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ArJewTino

“Latins are tenderly enthusiastic. In Brazil, they throw flowers at you. In Argentina, they throw themselves." -- Marlene Dietrich

What came first? The colors or the flag?

During a conversation with my gentile co-workers last week, I was asked, “Why is Judaism symbolized by the colors blue and white?” I got ready to provide an answer when I realized I had none.

“It’s because of the Israeli flag,” one of the goyim proffered.

“I don’t think so,” I replied. “It’s like the chicken-and-the-egg dilemma. Which came first? The colors or the flag?”

In other words, is the Israeli flag composed of blue and white because of some past tradition, or is Judaism associated with those colors because of the flag?

In honor of the first night of Hanukkah tonight, I decided to do a little research. And by “do a little research”, I mean “search on Wikipedia”.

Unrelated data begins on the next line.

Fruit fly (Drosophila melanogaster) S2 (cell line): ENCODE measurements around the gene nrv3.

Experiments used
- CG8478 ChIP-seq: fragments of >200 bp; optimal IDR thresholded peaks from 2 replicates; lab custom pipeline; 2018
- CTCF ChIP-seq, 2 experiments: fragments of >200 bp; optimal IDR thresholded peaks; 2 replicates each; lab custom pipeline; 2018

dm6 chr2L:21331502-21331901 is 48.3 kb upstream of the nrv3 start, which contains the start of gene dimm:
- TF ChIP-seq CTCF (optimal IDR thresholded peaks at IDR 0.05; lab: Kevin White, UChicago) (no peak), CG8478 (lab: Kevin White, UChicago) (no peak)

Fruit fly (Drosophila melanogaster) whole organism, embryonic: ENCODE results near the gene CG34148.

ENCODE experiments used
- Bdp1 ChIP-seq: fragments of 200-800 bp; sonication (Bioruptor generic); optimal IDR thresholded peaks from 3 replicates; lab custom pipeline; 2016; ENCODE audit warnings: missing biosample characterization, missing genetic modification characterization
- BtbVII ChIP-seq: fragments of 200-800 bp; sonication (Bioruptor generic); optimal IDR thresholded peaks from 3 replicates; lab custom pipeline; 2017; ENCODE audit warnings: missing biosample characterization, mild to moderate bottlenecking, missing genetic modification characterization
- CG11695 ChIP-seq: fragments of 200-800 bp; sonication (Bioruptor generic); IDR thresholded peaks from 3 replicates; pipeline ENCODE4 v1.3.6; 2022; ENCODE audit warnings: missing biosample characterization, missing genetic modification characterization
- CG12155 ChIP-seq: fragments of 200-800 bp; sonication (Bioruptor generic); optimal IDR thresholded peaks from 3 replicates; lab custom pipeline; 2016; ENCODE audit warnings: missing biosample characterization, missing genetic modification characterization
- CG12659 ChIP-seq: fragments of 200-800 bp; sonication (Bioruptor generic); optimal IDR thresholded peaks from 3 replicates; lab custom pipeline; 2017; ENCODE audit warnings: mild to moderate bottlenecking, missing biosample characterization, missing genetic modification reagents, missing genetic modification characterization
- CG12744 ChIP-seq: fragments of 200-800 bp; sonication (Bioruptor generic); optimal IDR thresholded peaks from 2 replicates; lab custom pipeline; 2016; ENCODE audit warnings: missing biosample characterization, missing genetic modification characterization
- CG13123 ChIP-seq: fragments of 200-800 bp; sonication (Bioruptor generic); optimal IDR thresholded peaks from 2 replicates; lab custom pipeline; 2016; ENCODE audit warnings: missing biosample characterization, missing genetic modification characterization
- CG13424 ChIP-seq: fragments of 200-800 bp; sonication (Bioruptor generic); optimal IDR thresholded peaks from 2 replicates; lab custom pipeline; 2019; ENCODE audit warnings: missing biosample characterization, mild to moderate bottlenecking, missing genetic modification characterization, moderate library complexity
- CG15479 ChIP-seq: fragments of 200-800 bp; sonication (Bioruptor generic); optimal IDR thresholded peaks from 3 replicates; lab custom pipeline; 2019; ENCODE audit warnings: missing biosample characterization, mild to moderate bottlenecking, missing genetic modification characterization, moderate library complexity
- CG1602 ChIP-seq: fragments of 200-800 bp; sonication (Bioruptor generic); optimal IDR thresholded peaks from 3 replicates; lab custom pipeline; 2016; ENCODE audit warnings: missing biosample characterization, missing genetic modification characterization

As it turns out (and as is usually the case), there is not just one reason but a slew of complex factors for why blue and white are the colors of choice for the Chosen People.

My favorite answer is the easiest. According to a 19th-century Zionist poem, white symbolizes great faith; blue, the firmament. But it doesn’t really end there. Blue also symbolizes divinity, equilibrium, and truth.

So due to a combination of historical symbols, tradition, and the Israeli flag, blue has become the holy Jewish color.

Happy Hanukkah, goyim and tribe members!


P.S. For a very funny and demystifying examination of Jewish traditions, read bettyjoan’s post. Here’s a preview:

The Chalice of Immortality: In my family, we would traditionally bring this out on the first night of Hanukkah. My father would recite a prayer as we passed the chalice around, taking turns drinking the blood of Christians from it. Every Jewish family I know has one of these but for some reason they are not as commonly associated with Hanukkah as the menorah or those chocolate coins, which, if I’m not mistaken, also contain the blood of Christians. For confirmation on that last part, I’d suggest consulting a rabbi or chocolatier.
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